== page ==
1) Inconsistency of Attention.
Attention, or inconsistency of, is the classic ADHD symptom. Many often simplify this attention as “deficit” or “lack of attention”. However, if you are struggling with ADHD, you know if something interests you very much, you will have this “super attention” that can keep you up at night so you can consume that interest. Your brain struggles a lot when it’s something you just don’t have interest in.. more than a typical brain would struggle.
And inconsistency in attention manifests in a variety of ways and it goes hand in hand with other symptoms like difficulty forgetfulness (due to inconsistency of attention) or distractibility.
When you struggle with inattention and forgetfulness may show itself as a need to have verbal directions repeated to you (sometimes several times) or having difficulty staying focused on tasks that are new to you or are more difficult (and therefore, more mentally taxing). For many adults, inattention comes through during conversations with others where you might get distracted and not “hear” what the person just told you.
In some instances, your attention might be very good; so good that you might get very absorbed, or hyper-focused, on certain tasks and completely lose track of time or of the fact that you have 10 other things to do. This circumstance is often also related to the next sign we’re going to discuss, and that is: Time management.
2) Time management.
Adults with ADHD often have difficulty getting to places on time or adhering to deadlines, and this is not because you don’t respect or value your job, your responsibilities, or other people’s time. An ADHD adult’s time management struggle often has to do with difficulty making an accurate estimate of how long it will take you to complete a series of other tasks that need to get done before doing the final task. That final task is often where the time constraint lies or it represents the finish line. An ADHD brain often has an unrealistic or “too optimistic” view of the amount of time you may have to complete projects, get to your appointments, etc. Thus, it interferes with your ability to get that final task completed, meet the deadline, or cross the finish line in time or get to that meeting on time.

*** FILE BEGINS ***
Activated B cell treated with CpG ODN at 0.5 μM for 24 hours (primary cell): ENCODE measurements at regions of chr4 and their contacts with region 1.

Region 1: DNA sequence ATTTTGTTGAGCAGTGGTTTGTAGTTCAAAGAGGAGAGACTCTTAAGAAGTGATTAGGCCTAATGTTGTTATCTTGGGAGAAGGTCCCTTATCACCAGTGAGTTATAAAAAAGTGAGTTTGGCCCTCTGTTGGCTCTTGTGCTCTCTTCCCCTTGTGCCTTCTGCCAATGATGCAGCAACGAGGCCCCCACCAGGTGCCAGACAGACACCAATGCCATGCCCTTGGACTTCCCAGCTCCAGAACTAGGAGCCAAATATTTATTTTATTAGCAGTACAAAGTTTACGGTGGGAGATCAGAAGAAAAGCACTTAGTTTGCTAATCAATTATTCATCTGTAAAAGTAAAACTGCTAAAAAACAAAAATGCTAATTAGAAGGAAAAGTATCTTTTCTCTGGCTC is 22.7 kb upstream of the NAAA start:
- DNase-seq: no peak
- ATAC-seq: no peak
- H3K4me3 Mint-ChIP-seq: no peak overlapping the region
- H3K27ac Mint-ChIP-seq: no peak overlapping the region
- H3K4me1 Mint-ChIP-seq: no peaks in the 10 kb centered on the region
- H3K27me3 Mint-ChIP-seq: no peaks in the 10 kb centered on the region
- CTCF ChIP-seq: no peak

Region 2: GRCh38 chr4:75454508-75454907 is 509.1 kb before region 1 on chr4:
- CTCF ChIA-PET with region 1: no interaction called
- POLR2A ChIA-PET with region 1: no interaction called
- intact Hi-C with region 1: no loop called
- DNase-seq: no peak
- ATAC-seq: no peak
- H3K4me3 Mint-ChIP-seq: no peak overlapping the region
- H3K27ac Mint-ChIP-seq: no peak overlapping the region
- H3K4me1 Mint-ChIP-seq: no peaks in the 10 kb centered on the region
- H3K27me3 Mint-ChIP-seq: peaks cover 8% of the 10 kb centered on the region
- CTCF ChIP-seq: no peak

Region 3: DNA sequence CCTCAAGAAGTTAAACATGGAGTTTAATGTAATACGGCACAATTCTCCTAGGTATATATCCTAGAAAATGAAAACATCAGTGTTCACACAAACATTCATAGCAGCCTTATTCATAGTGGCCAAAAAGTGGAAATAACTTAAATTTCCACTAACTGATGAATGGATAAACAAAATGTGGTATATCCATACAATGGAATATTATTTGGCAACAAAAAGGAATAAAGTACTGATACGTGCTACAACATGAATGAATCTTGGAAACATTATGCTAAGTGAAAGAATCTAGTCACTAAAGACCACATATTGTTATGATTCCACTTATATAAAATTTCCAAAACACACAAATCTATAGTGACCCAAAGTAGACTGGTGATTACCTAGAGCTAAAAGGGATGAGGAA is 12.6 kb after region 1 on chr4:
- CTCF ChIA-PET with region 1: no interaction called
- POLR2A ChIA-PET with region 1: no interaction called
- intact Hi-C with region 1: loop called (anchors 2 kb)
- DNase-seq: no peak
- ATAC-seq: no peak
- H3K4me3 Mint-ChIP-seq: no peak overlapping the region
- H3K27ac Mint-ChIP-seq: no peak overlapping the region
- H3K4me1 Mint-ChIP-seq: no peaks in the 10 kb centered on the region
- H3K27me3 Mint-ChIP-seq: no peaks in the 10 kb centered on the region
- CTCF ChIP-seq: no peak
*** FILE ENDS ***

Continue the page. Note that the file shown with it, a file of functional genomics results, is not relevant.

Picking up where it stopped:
Consider this typical scenario: Waking up, bathing/grooming/dressing, breakfast, getting out the door, and taking traffic delays into consideration so that you can make it to a 9am appointment. If you miscalculate (or you felt like you had a lot more time than there was) how long it will realistically take you to complete the first three steps so you can get out the door, for instance, then tardiness is almost guaranteed. The same time management struggle applies to having a list of things to get done by the end of your work day, but instead, becoming hyper-focused on task number 5 and finding that you either have to rush through the remainder of your list, or settle for not getting it done at all.
3) Getting and staying organized.
It’s rather common for ADHD adults to have a disorganized work and/or living space that is cluttered and in total disarray. Papers or important documents might be impossible to find when you need them. You might invest a lot of time and energy into organizing your things, but you have difficulty keeping it this way for long and it will soon all go back to the disorder you had before. Your car, bedroom closet, kitchen pantry, and/or drawers and file cabinets may look this way.